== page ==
Basically what they have done is that most of the island is a national park, where by the entrance most of it is happening. Besides that there are a few resorts here and there where the best beaches are, but mainly it is nature.
Following the flow
We were planning to leave the morning after and go to Koh Chang (elephant island), which is supposed to have beautiful beaches, waterfalls and nature. But something felt off. We spent the evening finding a place to stay and after a lot quite some searching we booked a bungalow on airbnb. A nagging feeling in my stomach kept bothering me. The whole night I felt I had a sore throat and ears – usually a sign that my body is telling me I am on the wrong path. In the morning I told Oliver that I wanted to stay at Koh Samet another night. He said yes since our otherwise prepaid booking on Koh Chang didn’t go through.
That is the downside with airbnb - that you don’t know if you actually get the place you book until the owner approves it. So we are not going to use airbnb for last minute things again. Turns out that the bungalow we booked were only for 2 people – not for 10 as it said on the site…
Our Koh Samet host had not put out vacancy for “our” place so it was no problem to stay. All in best flow. And my sore throat and ears vanished during the morning…. Once again I was reminded of how important it is to listen to the signs before the body start to ache… If we don’t listen to your gut and small signs the universe will make the signs clearer and rougher. Kick your ass to say it mildly… 😉 So we might as well learn to listen to the small signs….
From that moment on I have really done my best to feel into my gut feeling before we make another move and take action.
Stop 3: Trat, an authentic Thai city experience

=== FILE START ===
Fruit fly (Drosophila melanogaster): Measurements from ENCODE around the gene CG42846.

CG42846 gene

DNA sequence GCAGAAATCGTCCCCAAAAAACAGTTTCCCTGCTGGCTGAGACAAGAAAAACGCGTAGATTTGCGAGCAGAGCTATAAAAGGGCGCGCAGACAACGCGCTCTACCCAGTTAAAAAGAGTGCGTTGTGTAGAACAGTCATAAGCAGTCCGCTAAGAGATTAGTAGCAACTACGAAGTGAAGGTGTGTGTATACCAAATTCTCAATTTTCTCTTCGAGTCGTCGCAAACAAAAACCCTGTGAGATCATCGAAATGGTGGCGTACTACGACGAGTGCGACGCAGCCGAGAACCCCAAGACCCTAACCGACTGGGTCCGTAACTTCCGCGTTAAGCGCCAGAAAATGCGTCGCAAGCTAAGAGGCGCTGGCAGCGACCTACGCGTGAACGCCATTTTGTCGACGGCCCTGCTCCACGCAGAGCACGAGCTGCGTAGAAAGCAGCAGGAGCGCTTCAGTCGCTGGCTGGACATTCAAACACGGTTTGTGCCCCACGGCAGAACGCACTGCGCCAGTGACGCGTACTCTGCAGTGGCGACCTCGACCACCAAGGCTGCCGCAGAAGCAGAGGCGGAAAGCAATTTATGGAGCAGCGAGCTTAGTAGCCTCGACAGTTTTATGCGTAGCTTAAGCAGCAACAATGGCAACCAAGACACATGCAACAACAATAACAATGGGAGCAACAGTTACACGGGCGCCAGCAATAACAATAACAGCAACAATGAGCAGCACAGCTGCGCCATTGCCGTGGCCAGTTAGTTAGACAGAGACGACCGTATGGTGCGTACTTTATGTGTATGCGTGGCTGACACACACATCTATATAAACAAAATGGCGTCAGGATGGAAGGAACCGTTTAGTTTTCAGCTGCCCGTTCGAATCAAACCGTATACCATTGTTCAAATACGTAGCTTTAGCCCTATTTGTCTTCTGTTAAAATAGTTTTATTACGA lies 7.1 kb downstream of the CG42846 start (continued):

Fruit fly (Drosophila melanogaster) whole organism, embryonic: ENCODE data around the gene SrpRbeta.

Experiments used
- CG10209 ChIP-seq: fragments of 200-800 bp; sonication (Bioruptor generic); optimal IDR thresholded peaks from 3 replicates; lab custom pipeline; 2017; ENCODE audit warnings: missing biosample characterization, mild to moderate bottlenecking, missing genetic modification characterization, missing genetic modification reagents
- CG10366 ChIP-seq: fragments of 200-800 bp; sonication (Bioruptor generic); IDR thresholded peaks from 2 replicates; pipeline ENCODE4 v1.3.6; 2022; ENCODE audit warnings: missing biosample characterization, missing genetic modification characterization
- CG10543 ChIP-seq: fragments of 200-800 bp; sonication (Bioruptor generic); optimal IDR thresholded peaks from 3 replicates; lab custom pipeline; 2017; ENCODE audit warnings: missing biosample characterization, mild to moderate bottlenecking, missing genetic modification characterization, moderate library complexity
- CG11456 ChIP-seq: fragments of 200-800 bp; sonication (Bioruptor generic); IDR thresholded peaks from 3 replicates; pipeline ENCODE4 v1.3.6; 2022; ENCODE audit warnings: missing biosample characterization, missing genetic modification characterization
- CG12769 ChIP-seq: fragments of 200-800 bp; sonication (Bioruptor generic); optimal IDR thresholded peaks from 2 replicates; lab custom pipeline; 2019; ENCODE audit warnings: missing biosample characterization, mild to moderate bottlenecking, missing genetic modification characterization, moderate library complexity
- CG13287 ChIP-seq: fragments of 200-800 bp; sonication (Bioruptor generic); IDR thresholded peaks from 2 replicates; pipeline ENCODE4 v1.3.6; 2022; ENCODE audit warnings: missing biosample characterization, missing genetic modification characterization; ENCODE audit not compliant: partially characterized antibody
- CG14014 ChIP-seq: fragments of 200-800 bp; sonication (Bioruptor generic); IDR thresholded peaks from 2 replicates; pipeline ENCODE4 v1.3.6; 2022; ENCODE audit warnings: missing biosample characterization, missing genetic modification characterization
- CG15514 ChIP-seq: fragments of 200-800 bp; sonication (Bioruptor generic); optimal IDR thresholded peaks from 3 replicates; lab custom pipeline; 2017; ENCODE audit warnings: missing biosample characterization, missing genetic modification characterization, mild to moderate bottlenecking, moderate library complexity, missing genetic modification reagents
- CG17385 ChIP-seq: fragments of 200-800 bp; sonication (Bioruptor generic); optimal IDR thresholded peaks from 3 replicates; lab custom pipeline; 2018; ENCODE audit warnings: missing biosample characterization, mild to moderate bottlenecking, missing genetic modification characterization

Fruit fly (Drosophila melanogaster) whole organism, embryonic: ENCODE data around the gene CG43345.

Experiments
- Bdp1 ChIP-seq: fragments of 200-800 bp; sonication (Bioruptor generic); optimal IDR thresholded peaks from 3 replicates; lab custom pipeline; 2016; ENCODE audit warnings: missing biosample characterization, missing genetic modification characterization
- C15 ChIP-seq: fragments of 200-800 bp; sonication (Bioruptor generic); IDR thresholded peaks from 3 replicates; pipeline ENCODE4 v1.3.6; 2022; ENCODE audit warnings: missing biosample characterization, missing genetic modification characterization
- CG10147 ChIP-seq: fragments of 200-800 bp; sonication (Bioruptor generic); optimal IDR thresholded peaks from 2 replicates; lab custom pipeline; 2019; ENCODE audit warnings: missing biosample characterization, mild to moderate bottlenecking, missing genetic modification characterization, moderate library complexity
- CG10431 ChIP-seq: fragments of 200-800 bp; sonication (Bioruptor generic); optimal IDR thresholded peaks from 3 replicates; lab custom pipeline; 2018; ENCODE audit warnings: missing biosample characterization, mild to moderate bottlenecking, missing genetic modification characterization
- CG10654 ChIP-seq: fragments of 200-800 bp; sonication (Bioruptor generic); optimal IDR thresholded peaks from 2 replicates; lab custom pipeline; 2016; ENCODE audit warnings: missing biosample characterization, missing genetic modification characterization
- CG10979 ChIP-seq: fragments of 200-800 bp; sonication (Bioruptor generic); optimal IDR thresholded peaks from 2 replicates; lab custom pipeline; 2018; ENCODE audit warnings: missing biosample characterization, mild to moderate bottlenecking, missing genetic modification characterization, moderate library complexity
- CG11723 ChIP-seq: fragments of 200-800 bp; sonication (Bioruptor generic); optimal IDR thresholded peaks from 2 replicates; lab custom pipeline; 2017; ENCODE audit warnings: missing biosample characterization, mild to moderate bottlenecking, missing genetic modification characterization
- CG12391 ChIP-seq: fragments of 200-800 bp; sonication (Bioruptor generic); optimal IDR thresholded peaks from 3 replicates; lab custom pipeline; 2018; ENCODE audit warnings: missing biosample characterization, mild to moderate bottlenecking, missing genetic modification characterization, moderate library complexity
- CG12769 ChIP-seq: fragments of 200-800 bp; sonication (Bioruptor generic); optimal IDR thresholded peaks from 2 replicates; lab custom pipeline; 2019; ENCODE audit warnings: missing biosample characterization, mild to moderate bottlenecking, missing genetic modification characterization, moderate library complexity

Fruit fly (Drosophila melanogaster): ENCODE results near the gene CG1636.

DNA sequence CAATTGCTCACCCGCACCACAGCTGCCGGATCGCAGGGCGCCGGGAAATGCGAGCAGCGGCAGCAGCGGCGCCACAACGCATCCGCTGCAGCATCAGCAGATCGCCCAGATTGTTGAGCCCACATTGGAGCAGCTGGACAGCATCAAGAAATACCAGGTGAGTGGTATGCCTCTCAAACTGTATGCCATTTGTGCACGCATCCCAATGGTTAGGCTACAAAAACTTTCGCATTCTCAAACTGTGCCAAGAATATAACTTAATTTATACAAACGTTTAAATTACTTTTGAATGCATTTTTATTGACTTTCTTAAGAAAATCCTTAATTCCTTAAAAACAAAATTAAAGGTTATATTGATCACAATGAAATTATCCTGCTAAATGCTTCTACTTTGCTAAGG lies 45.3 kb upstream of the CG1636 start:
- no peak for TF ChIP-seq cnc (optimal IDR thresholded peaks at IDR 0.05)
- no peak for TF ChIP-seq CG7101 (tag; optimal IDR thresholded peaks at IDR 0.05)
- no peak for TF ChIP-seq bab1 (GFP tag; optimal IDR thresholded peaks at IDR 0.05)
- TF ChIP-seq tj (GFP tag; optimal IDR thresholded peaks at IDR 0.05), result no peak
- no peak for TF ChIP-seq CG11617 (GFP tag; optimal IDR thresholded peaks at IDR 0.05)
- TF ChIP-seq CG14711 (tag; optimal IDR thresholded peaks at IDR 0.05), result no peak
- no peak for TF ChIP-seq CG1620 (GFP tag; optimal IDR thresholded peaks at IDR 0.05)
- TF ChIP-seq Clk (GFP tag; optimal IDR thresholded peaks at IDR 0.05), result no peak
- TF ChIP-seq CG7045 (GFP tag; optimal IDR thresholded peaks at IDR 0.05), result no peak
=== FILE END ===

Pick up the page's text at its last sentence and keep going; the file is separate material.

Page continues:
Back in Rayong on the mainland after 4 nights at Koh Samet, we found a shared minivan for 2000 baht taking us to Trat. We wanted our kids to get to experience a regular Thai city without many tourists. Trat used to be a gemstone city and was trading a lot with Cambodia. The French occupied it in 1700´s and you find a lot of trace of the French colony in the center – especially the old buildings. Trat has beautiful temples, a museum, a bustling night market with great food and is all in all totally worth a day of exploring. There are 8-9 spots to explore and can be done in a day without stress.
What we should have done is to start the opposite than we did and start with the Wat Buppharam temple. It is a large area with beautiful buildings and temples. The main temple is the oldest in Trat, from 1648 and the reason why many Thai’s visit Trat these days.
It is 3 km outside the center of Trat. So either take a taxi out there and back or take the walk in the morning. We had to rush through it to not have to walk in total darkness on windy roads with crazy traffic.
Two nights at a simple and cheap hostel called Pop Guesthouse was great timing. The hostel was good value, friendly staff and clean – but very simple.